Friday 3 July 2020
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The most important exponent of Colombian roots cumbia

Accordion player Carmelo Torres is the leading torchbearer of the legacy of cumbia sabanera, the rural roots style from the Montes de Maria region of Colombia’s Caribbean north. It’s a defiantly celebratory sound, springing from a turbulent history and continuing struggle.

Torres learnt the accordion and the secrets of cumbia sabanera from the legendary ‘King of the Cumbia’, Andrés Landero. When Landero died in 2000, Torres vowed to continue keeping the sound of the savannah rhythms alive, although they were no longer in fashion.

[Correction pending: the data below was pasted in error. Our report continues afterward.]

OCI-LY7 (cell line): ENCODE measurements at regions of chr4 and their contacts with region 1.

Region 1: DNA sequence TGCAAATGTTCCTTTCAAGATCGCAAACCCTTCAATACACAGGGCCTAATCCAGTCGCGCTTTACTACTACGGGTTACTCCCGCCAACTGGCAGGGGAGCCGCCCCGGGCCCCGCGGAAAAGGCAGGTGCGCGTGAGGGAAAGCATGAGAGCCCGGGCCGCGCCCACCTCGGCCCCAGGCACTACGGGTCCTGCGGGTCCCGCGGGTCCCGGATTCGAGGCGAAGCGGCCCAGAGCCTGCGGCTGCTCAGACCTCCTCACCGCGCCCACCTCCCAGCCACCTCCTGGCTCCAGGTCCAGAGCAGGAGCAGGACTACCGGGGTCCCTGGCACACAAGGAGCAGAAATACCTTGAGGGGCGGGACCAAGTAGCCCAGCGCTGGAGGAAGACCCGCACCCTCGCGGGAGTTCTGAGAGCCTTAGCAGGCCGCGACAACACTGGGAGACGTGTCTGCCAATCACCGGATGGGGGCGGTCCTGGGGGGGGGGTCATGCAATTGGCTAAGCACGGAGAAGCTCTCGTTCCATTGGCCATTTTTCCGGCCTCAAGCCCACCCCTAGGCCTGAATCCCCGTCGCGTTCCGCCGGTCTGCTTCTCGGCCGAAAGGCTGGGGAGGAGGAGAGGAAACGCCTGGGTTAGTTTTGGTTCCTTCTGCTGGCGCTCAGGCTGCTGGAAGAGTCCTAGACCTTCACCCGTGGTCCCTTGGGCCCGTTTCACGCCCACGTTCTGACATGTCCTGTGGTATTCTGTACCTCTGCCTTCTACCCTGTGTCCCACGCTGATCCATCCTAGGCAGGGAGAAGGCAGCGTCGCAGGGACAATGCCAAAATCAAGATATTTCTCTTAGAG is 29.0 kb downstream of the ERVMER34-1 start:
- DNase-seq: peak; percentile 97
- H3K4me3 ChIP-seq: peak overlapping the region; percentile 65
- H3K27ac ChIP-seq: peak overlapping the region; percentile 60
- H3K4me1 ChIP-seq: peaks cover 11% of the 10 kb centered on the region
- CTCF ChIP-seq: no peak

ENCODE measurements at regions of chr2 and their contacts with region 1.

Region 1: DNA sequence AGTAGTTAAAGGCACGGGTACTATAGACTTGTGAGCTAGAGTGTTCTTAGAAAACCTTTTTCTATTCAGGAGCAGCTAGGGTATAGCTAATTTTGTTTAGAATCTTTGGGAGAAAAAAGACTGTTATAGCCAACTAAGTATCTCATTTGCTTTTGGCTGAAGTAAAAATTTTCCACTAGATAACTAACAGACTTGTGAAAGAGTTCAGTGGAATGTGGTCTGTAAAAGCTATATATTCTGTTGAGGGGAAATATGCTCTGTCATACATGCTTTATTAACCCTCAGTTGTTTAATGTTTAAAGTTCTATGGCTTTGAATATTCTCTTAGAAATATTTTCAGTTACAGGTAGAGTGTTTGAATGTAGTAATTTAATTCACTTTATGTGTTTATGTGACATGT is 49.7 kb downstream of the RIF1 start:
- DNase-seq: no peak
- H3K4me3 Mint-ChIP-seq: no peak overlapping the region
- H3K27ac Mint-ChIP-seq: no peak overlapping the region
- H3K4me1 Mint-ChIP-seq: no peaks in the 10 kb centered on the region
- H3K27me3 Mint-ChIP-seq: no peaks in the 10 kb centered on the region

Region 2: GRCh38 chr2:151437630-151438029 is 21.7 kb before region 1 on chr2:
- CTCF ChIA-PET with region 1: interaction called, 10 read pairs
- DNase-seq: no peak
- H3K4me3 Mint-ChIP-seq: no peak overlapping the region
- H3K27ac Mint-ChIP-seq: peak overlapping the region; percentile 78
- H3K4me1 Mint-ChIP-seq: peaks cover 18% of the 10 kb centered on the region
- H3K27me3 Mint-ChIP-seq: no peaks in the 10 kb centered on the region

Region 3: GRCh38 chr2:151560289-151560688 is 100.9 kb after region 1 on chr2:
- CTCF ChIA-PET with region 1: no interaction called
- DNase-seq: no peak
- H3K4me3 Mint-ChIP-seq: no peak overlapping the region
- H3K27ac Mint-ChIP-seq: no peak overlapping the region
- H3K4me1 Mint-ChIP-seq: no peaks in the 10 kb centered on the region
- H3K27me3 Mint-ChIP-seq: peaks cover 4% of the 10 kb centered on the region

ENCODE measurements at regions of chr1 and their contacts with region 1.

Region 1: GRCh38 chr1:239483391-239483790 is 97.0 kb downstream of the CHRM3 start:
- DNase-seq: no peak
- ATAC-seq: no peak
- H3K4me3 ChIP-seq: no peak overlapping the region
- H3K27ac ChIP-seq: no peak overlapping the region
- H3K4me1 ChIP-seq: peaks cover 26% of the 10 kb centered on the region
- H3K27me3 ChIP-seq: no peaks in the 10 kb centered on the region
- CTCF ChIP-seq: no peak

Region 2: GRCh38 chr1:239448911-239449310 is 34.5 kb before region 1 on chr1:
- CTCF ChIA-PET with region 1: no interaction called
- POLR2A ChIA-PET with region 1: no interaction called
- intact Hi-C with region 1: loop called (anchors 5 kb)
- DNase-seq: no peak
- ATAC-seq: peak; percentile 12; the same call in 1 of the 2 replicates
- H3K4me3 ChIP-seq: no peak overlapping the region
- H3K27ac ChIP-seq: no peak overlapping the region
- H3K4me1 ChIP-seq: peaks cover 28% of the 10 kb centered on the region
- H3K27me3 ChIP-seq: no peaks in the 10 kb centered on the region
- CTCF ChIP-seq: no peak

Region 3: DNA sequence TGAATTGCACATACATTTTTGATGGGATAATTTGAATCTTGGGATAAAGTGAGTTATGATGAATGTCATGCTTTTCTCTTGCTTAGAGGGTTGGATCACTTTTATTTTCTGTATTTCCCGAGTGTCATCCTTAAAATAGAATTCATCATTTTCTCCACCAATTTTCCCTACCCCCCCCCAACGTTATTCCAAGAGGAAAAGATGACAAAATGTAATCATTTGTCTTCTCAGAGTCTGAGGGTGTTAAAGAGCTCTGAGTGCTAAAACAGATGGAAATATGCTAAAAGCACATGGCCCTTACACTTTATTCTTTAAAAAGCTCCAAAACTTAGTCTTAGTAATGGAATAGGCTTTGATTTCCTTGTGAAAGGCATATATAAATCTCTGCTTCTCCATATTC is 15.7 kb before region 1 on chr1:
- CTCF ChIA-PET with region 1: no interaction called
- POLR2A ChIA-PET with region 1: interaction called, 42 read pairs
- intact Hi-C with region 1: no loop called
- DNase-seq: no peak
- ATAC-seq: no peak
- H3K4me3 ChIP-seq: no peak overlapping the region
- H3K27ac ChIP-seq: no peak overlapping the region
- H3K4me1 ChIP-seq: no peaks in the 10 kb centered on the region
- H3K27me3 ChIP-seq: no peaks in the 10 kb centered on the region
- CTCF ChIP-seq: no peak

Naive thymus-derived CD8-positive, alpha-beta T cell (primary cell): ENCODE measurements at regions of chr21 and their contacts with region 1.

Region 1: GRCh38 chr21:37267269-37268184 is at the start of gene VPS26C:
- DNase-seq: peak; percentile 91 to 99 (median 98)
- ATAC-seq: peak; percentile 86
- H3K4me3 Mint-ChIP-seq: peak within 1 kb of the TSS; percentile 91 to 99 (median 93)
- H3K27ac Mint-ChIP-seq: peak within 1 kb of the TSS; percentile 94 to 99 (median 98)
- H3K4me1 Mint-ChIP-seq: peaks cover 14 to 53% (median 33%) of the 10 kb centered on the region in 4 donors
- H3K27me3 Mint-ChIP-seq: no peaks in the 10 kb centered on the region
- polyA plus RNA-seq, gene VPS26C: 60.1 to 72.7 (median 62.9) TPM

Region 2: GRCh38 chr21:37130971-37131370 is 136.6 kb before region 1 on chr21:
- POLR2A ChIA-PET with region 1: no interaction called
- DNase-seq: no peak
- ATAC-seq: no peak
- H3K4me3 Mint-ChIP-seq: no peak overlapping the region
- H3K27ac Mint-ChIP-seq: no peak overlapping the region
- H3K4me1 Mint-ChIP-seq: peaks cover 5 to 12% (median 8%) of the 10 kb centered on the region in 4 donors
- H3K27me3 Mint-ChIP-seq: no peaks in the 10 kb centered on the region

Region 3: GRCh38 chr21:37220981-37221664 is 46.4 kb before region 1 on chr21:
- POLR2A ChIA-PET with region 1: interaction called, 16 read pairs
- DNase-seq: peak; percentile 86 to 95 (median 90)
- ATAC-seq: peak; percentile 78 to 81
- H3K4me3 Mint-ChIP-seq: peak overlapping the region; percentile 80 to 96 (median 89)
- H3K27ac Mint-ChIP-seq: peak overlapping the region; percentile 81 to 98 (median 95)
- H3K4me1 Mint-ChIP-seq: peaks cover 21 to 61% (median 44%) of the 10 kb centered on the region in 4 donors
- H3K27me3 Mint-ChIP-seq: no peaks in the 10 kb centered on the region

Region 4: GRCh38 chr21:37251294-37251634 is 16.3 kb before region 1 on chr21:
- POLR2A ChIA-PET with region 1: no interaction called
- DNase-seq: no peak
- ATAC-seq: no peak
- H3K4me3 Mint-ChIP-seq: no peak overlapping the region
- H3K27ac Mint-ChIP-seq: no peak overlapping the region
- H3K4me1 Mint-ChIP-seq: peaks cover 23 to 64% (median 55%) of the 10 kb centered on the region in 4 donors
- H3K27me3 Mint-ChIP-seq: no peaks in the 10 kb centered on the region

In 2006, at the age of 65, he was sought out by tropicalista mastermind, Mario Galeano (Frente Cumbiero, Ondatrópica, Los Pirañas and more), who invited him to record with his Los Toscos project, bringing the sound of sabanera to a younger generation.

And voilá, sabanera was fashionable once again, and Torres felt a hunger to head out on the road, taking his raw roots cumbia to the world. This brings the experienced accordion magician to Roskilde Festival. Here he plays with Los Toscos, an ensemble comprised of some of Bogotá's finest musicians including aforementioned Mario Galeano on guacharaca (percussion instrument made from the trunk of a palm tree), Pedro Ojeda (Romperayo) on drums, Santiago Botero (El Ombligo) on bass, Kike Mendoza (Mula) on guitar and Juan Castaño (La Revuelta) on percussion.

When you hear the rhythms and the danceable accordion sounds, you hear a special piece of music history that is still thriving – and deserves to be.